Jino Holy Wooden Drums

The Jinos like singing and are good at improvising poems and setting them to music. At holiday gatherings, the young dance to songs sung by elders. Jino festivals often feature singing and dancing.

During the 12th lunar month, flowers bloom and people celebrate the harvest, Zhuoba, an old man of the village, starts to beat the ox hide drum, "Dong-Dong-Dong", hearing these sounds, villagers throng to the Zhuoba's house and dance the traditional "Sun Drum Dance" around the huge drum. This wooden drum is the most sacred instrument for the Jinos. Generally, every village has two sun drums, the bigger Father Drum and the smaller Mother Drum. The main body of the drum is made of a solid round tree trunk. The cylinder-shaped drum is about one meter in length, with a diameter of 50 to 70 centimeters. Both two sides are covered with ox hide, nailed tightly with square wooden nails. In the middle there are 20 wooden handles and square holes used for hanging the drum on ropes.

A Sun drum (Photo from baike.baidu.com)

The Jinos regard the wooden drum as the embodiment of divinities and the symbol of the village, and believe that it can bless and protect the whole village and bring prosperity and abundant harvests. In normal times, the drums are in the houses of Zhuoba and Zhuosheng (another elder whose position is just below Zhuoba), and no one is allowed to touch or beat them. Only when Zhuoba announces the New Year and people have Sun Drum Dances, or in some special circumstances, are the drums allowed to be used.

Making the wooden drum is an extremely important activity for every village and has a set of strict procedures. The first thing is to select one tree and choose a propitious day to sacrifice chickens to the gods and cut the tree. The cutting of the trees is carried out at night, and cannot be seen by women or animals. Preparing drum body takes place in a particular thatched shack in the village. The drum covering is fixed at the very moment of day-break as the Jinos believe that at this time the moon is falling down, the stars are sparse, and the ground is gloomy without light, so that the shadows of the people covering the drum will not fall into the drum. Before covering the drum, villagers kill chickens to offer sacrifices to the drum. When the covering is finished, the ceremony of sacrifice is repeated again, and people dance the Sun Drum Dance. After that, villagers carry the wooden drum, singing and dancing, to the Zhuoba or Zhuosheng's house to be consecrated.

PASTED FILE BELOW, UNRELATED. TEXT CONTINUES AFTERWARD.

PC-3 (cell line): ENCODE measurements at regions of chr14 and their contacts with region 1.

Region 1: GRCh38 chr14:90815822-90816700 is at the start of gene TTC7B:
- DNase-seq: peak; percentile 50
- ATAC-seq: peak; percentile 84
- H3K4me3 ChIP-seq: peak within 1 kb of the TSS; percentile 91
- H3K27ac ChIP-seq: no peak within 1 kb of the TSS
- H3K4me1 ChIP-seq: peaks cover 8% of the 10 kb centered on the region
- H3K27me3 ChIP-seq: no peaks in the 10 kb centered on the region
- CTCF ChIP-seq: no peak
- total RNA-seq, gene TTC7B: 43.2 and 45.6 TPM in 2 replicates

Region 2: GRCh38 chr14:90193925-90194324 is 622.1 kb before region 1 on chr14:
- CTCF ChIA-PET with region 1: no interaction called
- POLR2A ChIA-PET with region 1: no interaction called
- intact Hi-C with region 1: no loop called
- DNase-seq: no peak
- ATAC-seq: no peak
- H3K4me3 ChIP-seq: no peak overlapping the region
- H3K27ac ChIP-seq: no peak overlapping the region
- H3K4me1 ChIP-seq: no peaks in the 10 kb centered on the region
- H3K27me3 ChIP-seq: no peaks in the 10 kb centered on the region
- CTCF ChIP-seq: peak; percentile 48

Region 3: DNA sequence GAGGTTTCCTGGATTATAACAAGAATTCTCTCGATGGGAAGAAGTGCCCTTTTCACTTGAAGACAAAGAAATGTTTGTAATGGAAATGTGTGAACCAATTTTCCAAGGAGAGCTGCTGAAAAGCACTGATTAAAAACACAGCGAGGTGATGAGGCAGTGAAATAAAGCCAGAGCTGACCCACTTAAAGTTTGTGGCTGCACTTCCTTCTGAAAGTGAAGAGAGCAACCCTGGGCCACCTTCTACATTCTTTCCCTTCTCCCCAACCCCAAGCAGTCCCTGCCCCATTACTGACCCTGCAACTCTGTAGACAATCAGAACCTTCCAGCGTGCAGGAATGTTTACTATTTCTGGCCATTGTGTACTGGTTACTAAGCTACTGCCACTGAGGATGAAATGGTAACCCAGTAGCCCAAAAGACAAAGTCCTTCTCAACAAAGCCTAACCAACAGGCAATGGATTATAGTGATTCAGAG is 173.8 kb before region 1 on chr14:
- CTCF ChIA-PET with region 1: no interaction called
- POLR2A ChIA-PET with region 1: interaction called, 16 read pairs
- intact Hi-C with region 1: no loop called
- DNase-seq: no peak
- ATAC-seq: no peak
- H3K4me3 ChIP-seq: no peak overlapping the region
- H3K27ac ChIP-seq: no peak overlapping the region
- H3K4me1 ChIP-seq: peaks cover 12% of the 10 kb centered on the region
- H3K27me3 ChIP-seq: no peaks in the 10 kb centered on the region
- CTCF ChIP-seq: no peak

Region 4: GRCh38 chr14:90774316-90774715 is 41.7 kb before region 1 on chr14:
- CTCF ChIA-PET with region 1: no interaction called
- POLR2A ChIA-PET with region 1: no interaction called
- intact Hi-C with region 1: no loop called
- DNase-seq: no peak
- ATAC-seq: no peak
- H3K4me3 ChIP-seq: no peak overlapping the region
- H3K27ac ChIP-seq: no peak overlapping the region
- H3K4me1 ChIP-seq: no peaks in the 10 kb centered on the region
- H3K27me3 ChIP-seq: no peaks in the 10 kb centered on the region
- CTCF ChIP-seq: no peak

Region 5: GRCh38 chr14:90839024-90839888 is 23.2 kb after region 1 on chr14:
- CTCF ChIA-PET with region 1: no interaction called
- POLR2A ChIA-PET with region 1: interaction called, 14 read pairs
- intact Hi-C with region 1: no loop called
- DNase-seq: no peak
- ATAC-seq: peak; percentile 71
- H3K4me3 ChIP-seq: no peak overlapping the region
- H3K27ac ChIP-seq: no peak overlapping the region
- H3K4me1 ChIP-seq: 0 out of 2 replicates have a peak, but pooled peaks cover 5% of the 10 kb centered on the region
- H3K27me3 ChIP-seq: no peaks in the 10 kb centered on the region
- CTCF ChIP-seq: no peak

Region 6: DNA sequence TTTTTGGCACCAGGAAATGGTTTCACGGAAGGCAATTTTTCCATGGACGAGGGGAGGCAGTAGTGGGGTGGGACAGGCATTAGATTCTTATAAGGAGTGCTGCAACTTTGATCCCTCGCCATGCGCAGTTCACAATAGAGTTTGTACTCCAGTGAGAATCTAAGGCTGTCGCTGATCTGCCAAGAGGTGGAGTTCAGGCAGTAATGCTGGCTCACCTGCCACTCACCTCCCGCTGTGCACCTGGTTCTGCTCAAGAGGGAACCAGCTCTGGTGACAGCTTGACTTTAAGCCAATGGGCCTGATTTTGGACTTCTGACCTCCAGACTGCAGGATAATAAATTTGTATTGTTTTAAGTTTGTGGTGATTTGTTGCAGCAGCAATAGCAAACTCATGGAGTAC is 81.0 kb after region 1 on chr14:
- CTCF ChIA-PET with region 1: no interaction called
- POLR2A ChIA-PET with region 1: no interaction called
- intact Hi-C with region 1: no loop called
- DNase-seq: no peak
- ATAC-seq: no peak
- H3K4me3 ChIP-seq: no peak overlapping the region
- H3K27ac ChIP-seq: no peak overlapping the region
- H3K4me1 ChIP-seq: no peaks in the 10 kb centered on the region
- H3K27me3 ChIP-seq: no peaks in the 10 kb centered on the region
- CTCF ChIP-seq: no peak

Why do the Jinos have such a great respect for the wooden drum? According to legend, once in the remote antiquity, heaven fell, the earth cracked, and fierce flood-producing storms filled the skies. In the whole world, only the brother Mahei and his sister Maniu—who hide in the base of a drum covered with ox hide, following the direction of the Creator, escaped from death. In order to reproduce human beings, the brother and the sister had to get married and bear sons and daughters, becoming the ancestors of the Jinos. They felt deeply indebted to the kindness of the wooden drum for saving their lives, so they beat the drum when celebrating the harvest in 12th lunar month. When their descendants heard the sounds, they came around the drum one after another and danced for joy to their hearts' content. Since then, the wooden drum and the Sun Drum Dance have been handed down from generation to generation.

Sun drum dance performed by Jinos (Photo from baike.baidu.com)



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